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EV Charging on the Road: 

Expanding and Improving the Fast-Charging Network

Beva Nall-Langdon

September 2023

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Photo: Tesla charging station

Photo credit: Qubes Pictures from Pixabay

Owners of electric vehicles (EVs) typically charge their vehicles overnight at home and wake up to a fully charged vehicle each morning. Daily commutes are easily handled with slower “Level-2” home chargers, but traveling distances of several hundred miles requires on-the-road charging with faster “Level-3” chargers (also called DC fast chargers). A common barrier for drivers who are considering switching from internal combustion to EVs is “range anxiety” (the fear of running out of “fuel” while traveling) and having difficulty finding a convenient and reliable DC fast charger. In North America, Tesla aggressively addressed “range anxiety” beginning in 2012 by installing an extensive and reliable fast-charging “Supercharger” network. The Tesla “Supercharger” network now (as of Spring 2023) includes more than 17,000 DC fast-charging ports at nearly 1,800 locations in all 50 states.

Expanding the EV Fast-Charging Network Nationwide Using the NACS (Tesla) Standard

Virtually all (non-Tesla) manufacturers of EVs sold in the United States use a different charging standard called CCS (Combined Charging Standard). The CCS standard is the most common worldwide (and is even used by Tesla in Europe). Because of the widespread availability and reliability of the North American Tesla Supercharger network, these manufacturers have announced plans to switch from the CCS standard to the Tesla-type standard, referred to as the North American Charging Standard (NACS) and have arranged for their customers to be able to access the Tesla network. These two charging standards use different physical plugs (on the cable) and inlet ports (the car’s charging receptacle) with respective compatible electrical hardware and software. Just as in the 1980s’ videotape format competition, when the VHS standard “won out” over the competing Betamax standard, standardizing EV charging to the NACS system will increase accessibility and reliability of on-the-road DC fast-charging. Beginning with the 2025 model year, most of these auto manufacturers will use the Tesla-style NACS charging standard, including physical connectors and plugs as well as electrical hardware and software. In the transition year 2024, manufacturers will provide adapters that will enable their EVs to charge on the Tesla Supercharger network.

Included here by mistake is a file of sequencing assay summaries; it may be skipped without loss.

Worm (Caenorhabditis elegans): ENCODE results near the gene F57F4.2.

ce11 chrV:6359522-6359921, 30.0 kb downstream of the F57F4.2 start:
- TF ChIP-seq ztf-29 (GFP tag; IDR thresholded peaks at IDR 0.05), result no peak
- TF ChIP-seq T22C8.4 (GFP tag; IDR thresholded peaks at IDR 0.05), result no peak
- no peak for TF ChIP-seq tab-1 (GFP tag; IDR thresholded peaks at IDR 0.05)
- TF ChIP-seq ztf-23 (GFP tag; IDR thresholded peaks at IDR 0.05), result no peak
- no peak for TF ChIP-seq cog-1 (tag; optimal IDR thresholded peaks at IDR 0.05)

Building out EV Fast-Charging Networks through Government Subsidies and Automaker Support

The Tesla Supercharger network alone will not be enough to accommodate the large numbers of new EVs expected to roll out in the next few years; many more NACS chargers will be needed. The federal government recently approved funding to expand EV fast-charging in the U.S. through the National Electric Vehicle Infrastructure (NEVI) Formula Program. This year (2023), several major automakers also announced plans to jointly build out an additional extensive fast-charging network. Because of the adoption of the NACS standard, the fast chargers on these new networks will include both NACS and CCS (to accommodate existing EVs) charging ports.


Although the Tesla-style NACS charging standard appears to have “won out” in the United States, drivers who are currently in the market for EVs need not worry about charging incompatibility on the road and can look forward to a much more robust fast-charging infrastructure.

Beva Nall-Langdon is a member of the Sierra Club and for six years has been a co-organizer of EV Showcases through National Drive Electric Week.

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